Chris Churchill

Albany Times Union (Sunday) - - FRONT PAGE - Chris Churchill ■ Con­tact colum­nist Chris Churchill at 518-4545442 or email [email protected] time­sunion. com

Gil­li­brand’s head­quar­ters mean big things for Troy.

For just a mo­ment, let’s put our bit­ter po­lit­i­cal di­vi­sions aside. If you wor­ship at the feet of Don­ald Trump, ig­nore for now that Kirsten Gil­li­brand has branded her­self a key mem­ber of the re­sis­tance and that she is al­most cer­tainly go­ing to be one of the can­di­dates try­ing to un­seat him in 2020.

If you’re a lefty who wears a “Feel the Bern” tee to bed, ig­nore that Gil­li­brand was once a to­bacco-in­dus­try lawyer and a con­ser­va­tive Demo­crat who bragged about the guns un­der her bed.

And if you’re some­where in the mid­dle, for­get, just for now, that New York’s ju­nior se­na­tor vowed be­fore the Novem­ber elec­tion that she would serve out her six-year term and al­ready seems ready to aban­don that prom­ise.

Left and right, pro­gres­sive and con­ser­va­tive, we all agree that Gil­li­brand’s de­ci­sion to lo­cate her pres­i­den­tial cam­paign head­quar-

ters in Troy is great for the city and its ever-evolv­ing down­town. It’s good for the re­gion.

“It brings na­tional at­ten­tion,” said for­mer Troy mayor Harry Tu­tun­jian. “It brings me­dia and work­ers here. It fills ho­tel rooms and restau­rants.”

Tu­tun­jian, I should men­tion, is a Repub­li­can, and yet is nev­er­the­less will­ing to wel­come Team Gil­li­brand to his city. Isn’t that nice? See, we re­ally can all get along. Any­body re­mem­ber how the first verse of “Kum­baya” goes?

“It will help her de­liver things to Troy,” Tu­tun­jian added, “that she wasn’t able to de­liver as a con­gress­woman and a se­na­tor.” Well, it was nice while it lasted. Gil­li­brand has yet to for­mally an­nounce that she’s run­ning, but she is hir­ing aides for her pres­i­den­tial cam­paign, ac­cord­ing to the New York Times, and is plan­ning a visit to Iowa. Sources tell the Times Union that Gil­li­brand has leased 5,000 square feet of of­fice space in the Frear build­ing at River and Ful­ton streets.

The prom­i­nent down­town land­mark, a for­mer depart­ment store, is about three miles from Gil­li­brand’s home in Brunswick. More im­por­tantly, per­haps, it’s about a half block from The Bradley, which the se­na­tor has de­scribed on Twit­ter as “one of the best dive bars in all of Troy.”

Gil­li­brand, of course, is orig­i­nally from Al­bany, with deep fam­ily ties to the city’s po­lit­i­cal his­tory. So why not put her pres­i­den­tial cam­paign head­quar­ters there?

The an­swer is ob­vi­ous. Al­bany, through no fault of its own, is a bad po­lit­i­cal brand, given the Leg­is­la­ture’s pro­cliv­ity to­ward sleazi­ness and cor­rup­tion. Plus, there’s the An­drew Cuomo fac­tor. You don’t want a po­ten­tial ri­val pop­ping in or peek­ing through win­dows.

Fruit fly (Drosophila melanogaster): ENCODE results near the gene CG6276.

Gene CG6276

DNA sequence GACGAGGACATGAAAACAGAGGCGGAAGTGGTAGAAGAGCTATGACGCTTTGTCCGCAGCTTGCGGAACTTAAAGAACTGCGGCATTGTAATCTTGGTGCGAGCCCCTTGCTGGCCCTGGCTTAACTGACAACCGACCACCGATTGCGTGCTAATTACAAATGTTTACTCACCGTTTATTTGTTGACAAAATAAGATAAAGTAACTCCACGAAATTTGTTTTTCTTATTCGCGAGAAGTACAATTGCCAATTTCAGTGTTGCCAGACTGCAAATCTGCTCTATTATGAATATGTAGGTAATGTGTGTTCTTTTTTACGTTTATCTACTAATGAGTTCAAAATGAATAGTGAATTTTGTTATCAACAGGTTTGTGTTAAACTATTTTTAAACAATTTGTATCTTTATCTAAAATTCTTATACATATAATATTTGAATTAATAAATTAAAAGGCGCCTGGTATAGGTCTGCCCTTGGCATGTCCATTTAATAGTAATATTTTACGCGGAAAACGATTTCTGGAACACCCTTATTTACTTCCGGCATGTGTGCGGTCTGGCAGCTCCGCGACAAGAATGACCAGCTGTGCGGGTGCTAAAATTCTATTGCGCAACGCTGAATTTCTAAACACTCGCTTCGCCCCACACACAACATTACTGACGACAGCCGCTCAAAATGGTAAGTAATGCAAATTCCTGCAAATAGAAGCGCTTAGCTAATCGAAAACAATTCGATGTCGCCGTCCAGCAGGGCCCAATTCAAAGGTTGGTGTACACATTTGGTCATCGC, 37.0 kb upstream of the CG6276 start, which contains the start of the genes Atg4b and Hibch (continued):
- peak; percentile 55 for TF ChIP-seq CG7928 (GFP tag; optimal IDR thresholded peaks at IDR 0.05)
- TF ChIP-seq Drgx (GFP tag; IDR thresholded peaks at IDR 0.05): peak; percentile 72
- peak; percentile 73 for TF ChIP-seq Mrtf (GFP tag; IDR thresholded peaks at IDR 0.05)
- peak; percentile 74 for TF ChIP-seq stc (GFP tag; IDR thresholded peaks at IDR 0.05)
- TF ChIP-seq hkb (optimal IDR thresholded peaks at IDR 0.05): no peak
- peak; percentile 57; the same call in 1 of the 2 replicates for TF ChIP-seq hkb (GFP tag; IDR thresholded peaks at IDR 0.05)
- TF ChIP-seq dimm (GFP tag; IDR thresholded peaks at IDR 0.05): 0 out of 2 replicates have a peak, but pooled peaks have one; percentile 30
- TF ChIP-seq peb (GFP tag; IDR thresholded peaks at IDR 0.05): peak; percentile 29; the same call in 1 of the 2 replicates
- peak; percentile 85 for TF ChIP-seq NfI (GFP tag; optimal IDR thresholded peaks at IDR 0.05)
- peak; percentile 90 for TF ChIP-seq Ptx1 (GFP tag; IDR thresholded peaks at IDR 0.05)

Se­cu­rity! Andy is here again!

No, the home­town of Un­cle Sam will do just fine. And for any­one who loves the city, it’s hard not to day­dream about where this all could go. What if Gil­li­brand, hardly con­sid­ered a front-run­ner, ac­tu­ally wins the nom­i­na­tion? What if she ... BE­COMES THE PRES­I­DENT?

“If a Demo­crat has to rise to the pres­i­dency, it would be nice to have it be a Demo­crat from Rens­se­laer County,” Tu­tun­jian said.

Gil­li­brand’s Brunswick home could be­come the Win­ter White House, the Mar-a-lago of the North. The Bradley could be­come a pres­i­den­tial hang­out; it might some­day sport a plaque not­ing that “Pres­i­dent Gil­li­brand drank here.” In 2030, the Gil­li­brand Pres­i­den­tial Li­brary could fi­nally fill that big ugly hole at One Mon­u­ment Square. The pos­si­bil­i­ties are end­less.

Sure, there would be down­sides. Pres­i­den­tial mo­tor­cades would block traf­fic. Tourist hordes might ruin the farm­ers mar­ket. You might bump into Jim Acosta at Di­nosaur Bar-b-que.

Hey, no­body said en­ter­ing the big time would be easy.

Our we get­ting ahead of our­selves? A re­cent CNN poll had Gil­li­brand with just 1 per­cent of the vote, way be­hind Joe Bi­den (30 per­cent) and Bernie Sanders (13 per­cent). She’s tied with Mon­tana Gov. Steve Bul­lock, who could walk naked through Times Square with­out be­ing rec­og­nized.

Gil­li­brand also faces lin­ger­ing and in­ex­pli­ca­ble anger from some Democrats over her call for Al Franken to re­sign, which is be­yond ridicu­lous. Eight women ac­cuse the for­mer Min­nesota se­na­tor of sex­ual im­pro­pri­ety and Gil­li­brand is re­spon­si­ble for his down­fall? C’mon.

Gil­li­brand’s ob­vi­ously cal­cu­lated pol­icy flops are a more valid rea­son for skep­ti­cism. (She has blamed for­merly con­ser­va­tive po­si­tions on guns and im­mi­gra­tion on her hav­ing an “up­state lens.”) But Pres­i­dent Obama “evolved” on gay mar­riage, among other is­sues, and no­body seemed to care. Trump changes his mind ev­ery other minute.

This much is true: Any­body who un­der­es­ti­mates Kirsten Gil­li­brand is mak­ing a mis­take. She has proven her­self far more po­lit­i­cally skilled and adept than most of us would have imag­ined when she an­nounced her can­di­dacy against John Sweeney back in 2006.

Is Gil­li­brand a 2020 long shot? Sure. Could she win? Yes.

Now, about that pres­i­den­tial li­brary.

John Carl D’an­ni­bale / Times Union

U.S. Sen. Kirsten Gil­li­brand, cen­ter, in Troy this past July. Gil­li­brand has rented of­fice space in the Col­lar City for what is ex­pected to be her cam­paign head­quar­ters for a run at the pres­i­dency in 2020. She has yet to an­nounce her can­di­dacy.

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